Albertsons Is the Latest Among Top Grocers to Automate Ecommerce
The Albertsons Cos. is embracing robotics and artificial intelligence (AI) to automate and save costs on ecommerce fulfillment.
The Boise, Idaho-based grocer is partnering with Waltham, Mass.-based grocery technology company Takeoff Technologies to help simplify the online grocery shopping experience through a "hyper-local" automated fulfillment center, which also helps lower order-assembly and last-mile costs. Takeoff's platform lets shoppers place online orders through established retailers, and the automated technology fulfills the orders using robots in micro fulfillment centers.
To be piloted in an existing store, Takeoff's system will be replenished daily – just like shelves – and use Albertsons' existing ecommerce interface, which will deliver orders straight from the customer to the system. Following receipt of the order, the center will save associates' time by employing AI-enabled technology and a system of totes and conveyors, which will deliver products to associates for final preparation.
According to Albertsons, Takeoff has provided certain advantages as a partner that others couldn't, specifically implementation-ready technology, a solution that fits the current supply chain and store footprint, and product-picking flexibility.
"Investing in ecommerce directly benefits our customers, and anything that we can do to simplify their grocery shopping experience to save valuable time is a win," said Narayan Iyengar, SVP digital and ecommerce at Albertsons Cos. "While our partnership with Takeoff Technologies will streamline ecommerce fulfillment and improve our efficiencies, we’re excited that Takeoff’s AI solution will make it even easier for customers to get their groceries how and when they want. This is a major step in our commitment to being a customer-centric player in the digital food-and-wellness ecosystem."
Last of the 3 National Giants
Albertsons' news follows on the heels of moves by America's other two national grocery giants: Walmart and Kroger, which are also seeking ways to reduce costs and save valuable time in grocery ecommerce order fulfillment:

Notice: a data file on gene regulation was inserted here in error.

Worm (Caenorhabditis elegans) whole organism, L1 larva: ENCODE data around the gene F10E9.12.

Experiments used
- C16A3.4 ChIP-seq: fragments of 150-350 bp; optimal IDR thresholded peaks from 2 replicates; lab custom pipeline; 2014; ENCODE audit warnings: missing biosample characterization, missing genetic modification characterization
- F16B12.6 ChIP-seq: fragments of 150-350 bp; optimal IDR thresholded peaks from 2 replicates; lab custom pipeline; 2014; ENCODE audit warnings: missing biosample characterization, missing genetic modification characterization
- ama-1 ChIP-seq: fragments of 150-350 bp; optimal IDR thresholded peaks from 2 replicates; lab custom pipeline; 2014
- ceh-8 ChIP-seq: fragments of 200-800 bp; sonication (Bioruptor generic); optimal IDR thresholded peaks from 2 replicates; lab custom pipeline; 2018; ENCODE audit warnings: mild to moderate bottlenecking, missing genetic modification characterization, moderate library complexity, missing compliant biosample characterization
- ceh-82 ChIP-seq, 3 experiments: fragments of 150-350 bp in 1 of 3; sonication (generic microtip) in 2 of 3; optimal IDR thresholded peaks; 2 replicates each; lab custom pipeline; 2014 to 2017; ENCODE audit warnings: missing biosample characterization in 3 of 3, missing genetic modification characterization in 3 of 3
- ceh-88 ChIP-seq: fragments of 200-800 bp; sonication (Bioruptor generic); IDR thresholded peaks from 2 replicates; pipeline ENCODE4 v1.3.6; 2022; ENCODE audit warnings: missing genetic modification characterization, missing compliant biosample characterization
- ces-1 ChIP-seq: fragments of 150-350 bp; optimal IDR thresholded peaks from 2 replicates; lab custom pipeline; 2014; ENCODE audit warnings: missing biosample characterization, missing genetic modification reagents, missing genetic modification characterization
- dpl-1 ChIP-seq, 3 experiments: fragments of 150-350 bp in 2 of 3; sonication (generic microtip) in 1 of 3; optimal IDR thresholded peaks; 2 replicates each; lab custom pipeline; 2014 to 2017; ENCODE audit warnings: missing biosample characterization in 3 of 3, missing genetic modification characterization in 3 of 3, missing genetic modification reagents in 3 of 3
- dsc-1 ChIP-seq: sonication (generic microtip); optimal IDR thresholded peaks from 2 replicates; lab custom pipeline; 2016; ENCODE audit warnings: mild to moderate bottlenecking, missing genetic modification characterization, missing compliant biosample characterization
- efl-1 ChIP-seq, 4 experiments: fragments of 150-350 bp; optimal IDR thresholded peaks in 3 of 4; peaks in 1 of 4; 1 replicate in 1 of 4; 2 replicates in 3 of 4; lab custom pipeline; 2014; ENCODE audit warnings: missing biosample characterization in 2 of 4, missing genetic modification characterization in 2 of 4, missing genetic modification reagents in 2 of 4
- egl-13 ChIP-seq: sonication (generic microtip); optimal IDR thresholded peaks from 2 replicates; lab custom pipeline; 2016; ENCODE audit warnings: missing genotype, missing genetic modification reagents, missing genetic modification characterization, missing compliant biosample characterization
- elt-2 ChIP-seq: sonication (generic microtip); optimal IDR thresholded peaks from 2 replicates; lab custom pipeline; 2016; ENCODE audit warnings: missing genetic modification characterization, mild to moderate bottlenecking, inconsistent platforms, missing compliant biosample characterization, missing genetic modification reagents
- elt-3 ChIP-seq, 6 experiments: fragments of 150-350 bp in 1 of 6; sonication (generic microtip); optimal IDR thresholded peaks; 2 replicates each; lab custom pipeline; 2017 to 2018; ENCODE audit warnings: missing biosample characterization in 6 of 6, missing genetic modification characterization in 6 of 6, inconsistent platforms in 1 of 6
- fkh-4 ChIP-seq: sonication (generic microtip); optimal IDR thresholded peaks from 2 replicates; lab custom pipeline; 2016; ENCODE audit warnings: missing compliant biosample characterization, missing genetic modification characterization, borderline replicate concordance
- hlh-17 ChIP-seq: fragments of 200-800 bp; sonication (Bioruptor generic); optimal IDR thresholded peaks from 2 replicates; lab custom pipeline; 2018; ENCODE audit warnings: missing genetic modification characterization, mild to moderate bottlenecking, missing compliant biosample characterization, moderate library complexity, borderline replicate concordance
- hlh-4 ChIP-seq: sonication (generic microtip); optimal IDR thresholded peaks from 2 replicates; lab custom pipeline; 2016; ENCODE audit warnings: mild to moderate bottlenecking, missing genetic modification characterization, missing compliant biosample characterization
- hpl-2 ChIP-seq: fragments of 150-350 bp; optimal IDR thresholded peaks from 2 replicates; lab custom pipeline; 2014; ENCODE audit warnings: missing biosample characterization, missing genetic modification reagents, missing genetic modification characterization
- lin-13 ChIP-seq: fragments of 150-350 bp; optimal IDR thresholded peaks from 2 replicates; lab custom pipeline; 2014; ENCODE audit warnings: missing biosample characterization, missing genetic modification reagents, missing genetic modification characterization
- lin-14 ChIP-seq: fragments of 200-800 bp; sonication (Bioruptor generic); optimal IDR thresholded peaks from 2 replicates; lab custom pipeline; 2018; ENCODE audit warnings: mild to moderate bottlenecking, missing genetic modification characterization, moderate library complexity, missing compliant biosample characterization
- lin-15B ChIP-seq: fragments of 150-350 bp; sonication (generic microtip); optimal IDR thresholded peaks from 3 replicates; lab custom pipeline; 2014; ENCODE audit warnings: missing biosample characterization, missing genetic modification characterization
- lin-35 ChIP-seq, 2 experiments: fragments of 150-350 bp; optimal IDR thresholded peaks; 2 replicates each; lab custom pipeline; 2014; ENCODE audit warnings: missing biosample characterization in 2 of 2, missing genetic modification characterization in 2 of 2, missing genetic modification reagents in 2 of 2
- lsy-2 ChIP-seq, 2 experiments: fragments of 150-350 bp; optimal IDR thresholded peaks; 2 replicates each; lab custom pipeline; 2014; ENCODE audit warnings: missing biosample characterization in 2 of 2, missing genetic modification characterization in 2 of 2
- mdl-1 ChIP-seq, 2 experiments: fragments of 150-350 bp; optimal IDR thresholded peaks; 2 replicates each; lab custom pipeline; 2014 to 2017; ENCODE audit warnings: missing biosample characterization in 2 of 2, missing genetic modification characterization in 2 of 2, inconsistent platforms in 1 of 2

- The Bentonville, Ark.-based mega-retailer in August announced its partnership with North Billerica, Mass.-based startup Alert Innovation to launch Alphabot to assist in the picking process. The solution helps store pickers speed up the process of filling online grocery orders, using automated mobile carts that work behind the scenes by picking products from the storage area and delivering them to one of four picking stations, where pickers consolidate the items into customers’ orders. Pickers can spend less time walking the aisles for center store items, and more time selecting such fresh items as meat and produce. Walmart followed up on this announcement earlier this month by unveiling plans for the "distribution center of the future" for perishables, where automation will help it move 40 percent more groceries than a traditional distribution center while also greatly reducing damaged goods.
- The Cincinnati-based grocery giant in May launched an exclusive partnership with U.K.-based online supermarket Ocado in the United States to enhance its own ecommerce program, including online ordering, automated fulfillment and home delivery. Called part of Kroger’s effort to “accelerate [the] creation of a seamless shopping experience for America’s families,” the partnership involves two prongs: Ocado's agreement to boost Kroger's digital and robotics capabilities by debuting the foundations of the Ocado Smart Platform stateside, and Kroger's agreement to grow its existing investment in Ocado by 5 percent, bringing its total investment to more than 6 percent. Kroger and Ocado revealed the terms of their deal this week.
In a May interview with Progressive Grocer, Ken Fenyo, head of consumer markets for New York-based consultancy McKinsey Fast Growth, who was previously Kroger's VP of loyalty, acknowledged that grocery ecommerce is more expensive for grocers than traditional operations, and, therefore, these retailers must find ways to automate the supply chain if they have any hope of creating a profitable ecommerce business.
Boise, Idaho-based Albertsons Cos. operates stores across 35 states and the District of Columbia under 20 banners, including Albertsons, Safeway, Vons, Jewel-Osco, Shaw’s, Acme, Tom Thumb, Randalls, United Supermarkets, Pavilions, Star Market, Haggen and Carrs, as well as meal-kit company Plated. Albertsons is No. 3 on PG's 2018 Super 50 list of the top grocers in the United States.